Three Short Novels by Connie Willis

Uncharted Territory (1994), Remake (1995) and Bellwether (1996) are all short novels. The three of them together barely make up the same thickness as Doomsday Book. Remake and Bellwether won the Locus award as novellas, but they’re not novellas — they’re more than forty thousand words, but they’re certainly not the length of a full length novel. They’re about as short as books can be and be published in the nineties, and I don’t think they could be commercially published at this length now. They are slight in the metaphorical sense too. These are all fun fast reads. Bellwether, which I’ve written about before has the most bite to it. Uncharted Territory and Bellwether are comedies and Remake is another tragedy told like a comedy. Uncharted Territory was on the Tiptree longlist, Remake was nominated for a Hugo and Bellwether was nominated for a Nebula. All three of them are written in first person, like Lincoln’s Dreams but unlike all of Willis’s other novels.

Uncharted Territory is the story of two explorers on a new planet who have to name everything and be very careful of political correctness when naming things. That’s pretty much it, except for the hidden romance that is the reason it got the Tiptree mention. It’s funny, it’s clever, and it’s out and out planetary SF, which Willis doesn’t do often. It has aliens, well, one alien. I loved it the first time I read it because of the surprise, which is something that can only be done in first person and which surprised and charmed me. The trouble with surprises is that they don’t surprise anyone on re-reading, and it suffers from that.

Remake is odd. It’s back in Lincoln’s Dreams territory emotionally — there’s a man who loves a girl who is the real protagonist, but we see everything through him. He has a job censoring old movies, cutting out the alcohol and tobacco. This is a future where digitising means that nobody is making new movies, and the heroine’s dream of dancing in the movies can’t be realised except by time travel or something else odd. The best character is Heada, the girl who is in love with the protagonist without him noticing, which is a clever trick to do in first person.

Remake is really about people unhappy because they’d like to live in a different time. They feel their own time is lacking in originality, but they don’t move towards making it more original. I’m not in sympathy with them. Okay, Hollywood is dead, but there’s probably a lot going on around the edges. Okay, you can’t dance with Fred Astaire, but I cannot see this as a tragedy. Even without the substance abuse — as he’s deleting it from the movies he’s indulging in it himself — this is a story where everyone is irritatingly passive. The characters don’t change their world, except perhaps by duplicating the original. Pah. There’s a lot going on in Remake, but I don’t like it.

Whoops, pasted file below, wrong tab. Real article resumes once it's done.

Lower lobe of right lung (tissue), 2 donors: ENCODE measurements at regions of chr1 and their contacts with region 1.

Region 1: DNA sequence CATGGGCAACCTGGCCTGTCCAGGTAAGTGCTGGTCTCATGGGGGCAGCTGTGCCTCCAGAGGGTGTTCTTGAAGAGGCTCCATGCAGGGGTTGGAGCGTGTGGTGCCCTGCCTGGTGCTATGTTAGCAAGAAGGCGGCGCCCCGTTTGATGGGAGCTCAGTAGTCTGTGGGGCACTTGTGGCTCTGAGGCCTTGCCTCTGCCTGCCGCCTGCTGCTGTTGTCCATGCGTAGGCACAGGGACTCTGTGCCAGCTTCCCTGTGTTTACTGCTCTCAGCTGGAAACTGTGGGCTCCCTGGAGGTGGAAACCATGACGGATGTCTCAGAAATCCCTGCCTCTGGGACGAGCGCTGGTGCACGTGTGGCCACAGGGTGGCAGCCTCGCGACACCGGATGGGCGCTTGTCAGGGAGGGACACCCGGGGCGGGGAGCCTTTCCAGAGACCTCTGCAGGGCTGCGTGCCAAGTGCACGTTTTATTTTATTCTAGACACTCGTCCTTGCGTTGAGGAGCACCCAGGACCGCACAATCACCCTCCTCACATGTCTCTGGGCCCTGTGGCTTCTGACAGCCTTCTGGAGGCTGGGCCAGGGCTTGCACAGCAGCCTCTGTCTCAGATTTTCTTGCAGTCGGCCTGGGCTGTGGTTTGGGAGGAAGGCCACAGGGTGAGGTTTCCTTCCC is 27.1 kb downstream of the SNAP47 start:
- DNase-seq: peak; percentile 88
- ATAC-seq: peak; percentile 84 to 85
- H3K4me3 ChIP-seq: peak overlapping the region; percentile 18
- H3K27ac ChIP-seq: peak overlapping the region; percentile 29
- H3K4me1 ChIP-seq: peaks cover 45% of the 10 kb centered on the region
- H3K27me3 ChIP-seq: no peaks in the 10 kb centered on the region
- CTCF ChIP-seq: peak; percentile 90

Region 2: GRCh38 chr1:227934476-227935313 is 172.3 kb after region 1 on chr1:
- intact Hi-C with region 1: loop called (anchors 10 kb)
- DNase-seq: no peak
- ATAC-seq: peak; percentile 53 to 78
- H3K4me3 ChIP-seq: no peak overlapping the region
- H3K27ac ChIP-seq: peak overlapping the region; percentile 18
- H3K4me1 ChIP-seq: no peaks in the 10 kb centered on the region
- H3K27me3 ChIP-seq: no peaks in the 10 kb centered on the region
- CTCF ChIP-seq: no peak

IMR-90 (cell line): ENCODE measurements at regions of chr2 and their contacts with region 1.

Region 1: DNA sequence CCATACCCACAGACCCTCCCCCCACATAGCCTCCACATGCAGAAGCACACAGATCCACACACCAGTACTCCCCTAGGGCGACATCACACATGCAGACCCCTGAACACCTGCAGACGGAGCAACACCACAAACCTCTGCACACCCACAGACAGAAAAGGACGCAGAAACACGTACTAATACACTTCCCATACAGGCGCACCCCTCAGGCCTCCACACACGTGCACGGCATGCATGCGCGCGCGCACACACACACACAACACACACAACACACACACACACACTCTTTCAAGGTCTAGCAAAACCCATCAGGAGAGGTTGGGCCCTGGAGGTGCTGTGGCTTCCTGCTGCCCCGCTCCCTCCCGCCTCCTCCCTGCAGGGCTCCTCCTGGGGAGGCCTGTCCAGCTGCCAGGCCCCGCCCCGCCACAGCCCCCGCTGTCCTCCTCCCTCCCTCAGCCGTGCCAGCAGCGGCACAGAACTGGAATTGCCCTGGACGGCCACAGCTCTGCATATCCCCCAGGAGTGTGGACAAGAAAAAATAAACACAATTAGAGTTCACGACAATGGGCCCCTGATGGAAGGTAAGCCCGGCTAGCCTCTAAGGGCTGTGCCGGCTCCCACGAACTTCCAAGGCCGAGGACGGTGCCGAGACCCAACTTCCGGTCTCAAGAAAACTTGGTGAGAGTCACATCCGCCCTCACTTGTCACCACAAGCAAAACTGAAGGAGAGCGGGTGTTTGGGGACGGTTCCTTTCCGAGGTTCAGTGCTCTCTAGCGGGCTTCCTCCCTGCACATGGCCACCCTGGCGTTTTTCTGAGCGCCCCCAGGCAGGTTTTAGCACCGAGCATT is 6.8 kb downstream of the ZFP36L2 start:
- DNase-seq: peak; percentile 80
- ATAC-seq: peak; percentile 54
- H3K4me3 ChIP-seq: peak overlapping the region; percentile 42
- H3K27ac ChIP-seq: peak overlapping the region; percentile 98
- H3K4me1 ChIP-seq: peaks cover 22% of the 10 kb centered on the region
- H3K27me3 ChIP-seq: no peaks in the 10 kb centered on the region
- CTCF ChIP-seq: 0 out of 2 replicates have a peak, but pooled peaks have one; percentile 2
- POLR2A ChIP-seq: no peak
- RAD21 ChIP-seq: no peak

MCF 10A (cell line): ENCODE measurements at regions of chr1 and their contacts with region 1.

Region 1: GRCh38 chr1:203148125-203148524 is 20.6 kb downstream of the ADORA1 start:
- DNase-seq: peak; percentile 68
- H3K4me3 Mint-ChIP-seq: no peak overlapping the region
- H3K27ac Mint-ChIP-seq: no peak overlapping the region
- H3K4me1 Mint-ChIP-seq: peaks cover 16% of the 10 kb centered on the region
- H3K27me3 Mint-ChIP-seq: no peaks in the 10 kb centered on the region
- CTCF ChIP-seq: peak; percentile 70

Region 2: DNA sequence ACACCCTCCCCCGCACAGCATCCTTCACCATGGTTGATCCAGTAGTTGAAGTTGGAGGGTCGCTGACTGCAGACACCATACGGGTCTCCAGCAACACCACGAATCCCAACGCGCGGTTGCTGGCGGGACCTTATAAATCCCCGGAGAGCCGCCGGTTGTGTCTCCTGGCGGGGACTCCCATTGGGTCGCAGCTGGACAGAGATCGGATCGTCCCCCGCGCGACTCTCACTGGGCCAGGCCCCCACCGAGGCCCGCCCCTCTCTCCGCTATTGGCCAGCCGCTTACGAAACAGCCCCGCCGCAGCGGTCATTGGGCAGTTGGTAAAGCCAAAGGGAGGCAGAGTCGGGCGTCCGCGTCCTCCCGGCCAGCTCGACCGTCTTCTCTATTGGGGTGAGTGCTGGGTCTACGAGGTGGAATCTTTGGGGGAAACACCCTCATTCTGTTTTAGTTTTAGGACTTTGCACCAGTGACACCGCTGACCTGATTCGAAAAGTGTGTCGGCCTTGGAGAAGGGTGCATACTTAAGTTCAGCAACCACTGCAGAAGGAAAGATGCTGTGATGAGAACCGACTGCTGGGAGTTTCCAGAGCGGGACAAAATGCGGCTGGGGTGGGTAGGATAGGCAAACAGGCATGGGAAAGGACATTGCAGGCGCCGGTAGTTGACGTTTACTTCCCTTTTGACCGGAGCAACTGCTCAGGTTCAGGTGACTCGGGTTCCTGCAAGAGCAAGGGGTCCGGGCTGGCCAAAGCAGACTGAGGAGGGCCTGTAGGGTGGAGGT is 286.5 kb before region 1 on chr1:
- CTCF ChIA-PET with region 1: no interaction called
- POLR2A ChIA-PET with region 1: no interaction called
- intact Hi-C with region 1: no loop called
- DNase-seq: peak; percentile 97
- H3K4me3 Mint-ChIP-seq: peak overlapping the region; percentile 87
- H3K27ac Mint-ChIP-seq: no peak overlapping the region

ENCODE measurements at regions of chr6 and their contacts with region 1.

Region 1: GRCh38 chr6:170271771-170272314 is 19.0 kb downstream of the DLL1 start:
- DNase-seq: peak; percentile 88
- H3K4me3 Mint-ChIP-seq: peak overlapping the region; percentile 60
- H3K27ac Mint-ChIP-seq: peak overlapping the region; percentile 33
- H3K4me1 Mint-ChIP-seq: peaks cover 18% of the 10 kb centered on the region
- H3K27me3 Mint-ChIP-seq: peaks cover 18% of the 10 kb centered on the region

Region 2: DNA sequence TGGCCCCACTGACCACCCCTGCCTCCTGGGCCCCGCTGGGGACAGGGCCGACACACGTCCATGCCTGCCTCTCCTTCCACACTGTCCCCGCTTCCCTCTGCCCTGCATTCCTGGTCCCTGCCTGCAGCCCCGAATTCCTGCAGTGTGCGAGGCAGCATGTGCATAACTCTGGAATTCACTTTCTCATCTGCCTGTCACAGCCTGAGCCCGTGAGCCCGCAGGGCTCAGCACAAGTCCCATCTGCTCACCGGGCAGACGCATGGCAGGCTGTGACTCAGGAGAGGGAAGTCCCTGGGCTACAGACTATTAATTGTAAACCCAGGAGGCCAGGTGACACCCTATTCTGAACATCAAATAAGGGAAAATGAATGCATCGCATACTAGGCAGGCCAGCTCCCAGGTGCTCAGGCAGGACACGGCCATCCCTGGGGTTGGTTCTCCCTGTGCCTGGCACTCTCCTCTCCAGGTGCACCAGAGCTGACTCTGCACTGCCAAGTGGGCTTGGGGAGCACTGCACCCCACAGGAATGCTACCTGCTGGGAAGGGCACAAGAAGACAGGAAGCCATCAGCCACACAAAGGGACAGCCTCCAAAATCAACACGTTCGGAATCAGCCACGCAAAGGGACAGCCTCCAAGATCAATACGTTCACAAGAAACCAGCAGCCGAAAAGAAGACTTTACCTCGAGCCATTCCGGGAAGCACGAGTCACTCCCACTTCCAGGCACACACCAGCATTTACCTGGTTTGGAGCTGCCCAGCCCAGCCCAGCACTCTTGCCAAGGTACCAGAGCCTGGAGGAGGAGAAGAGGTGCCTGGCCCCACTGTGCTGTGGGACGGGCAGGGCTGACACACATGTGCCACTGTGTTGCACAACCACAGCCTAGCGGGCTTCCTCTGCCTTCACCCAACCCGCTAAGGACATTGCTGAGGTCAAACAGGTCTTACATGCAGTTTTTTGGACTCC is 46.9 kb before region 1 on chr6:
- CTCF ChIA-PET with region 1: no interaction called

Bellwether is a comedy about the process of scientific discovery, and a comedy in the Shakesperean sense as well. It’s funny and satirical, but it also contains a romance and a “rewards and weddings” happy ending where everything is tied up neatly. It’s about a scientist researching fads who gets involved in a joint project researching chaos theory and falls in love with the other scientist involved. It’s a parody of nineties management techniques, and it’s very funny. Lots more about it at the original post.

So what about Willis’s themes? All of them have telephones and communication in central. Bellwether has Flick, agent of chaos and miscommunication as central to the plot, the whole thing begins because of misdelivered mail. Remake has history, the history of Hollywood. Bellwether has constant references to historical fads and scientific discoveries. Again, in all three we have this unusual lack of violence and antagonists — bureaucracy is the antagonist in Bellwether and Uncharted Territory, and history is the antagonist in Remake, in so far as it has one. It’s as if when everyone else read the chapter about “when you’re stuck, have somebody come through the door with a gun,” Willis read “when you’re stuck, have somebody come through the door with a message that has gone astray.”

I have written in detail about To Say Nothing of the Dog before (post), so I’m going to skip it this time and go on to Passage.

Jo Walton is a science fiction and fantasy writer. She’s published two poetry collections and nine novels, most recently the Nebula winning and Hugo nominated Among Others. She reads a lot, and blogs about it here regularly. She comes from Wales but lives in Montreal where the food and books are more varied.


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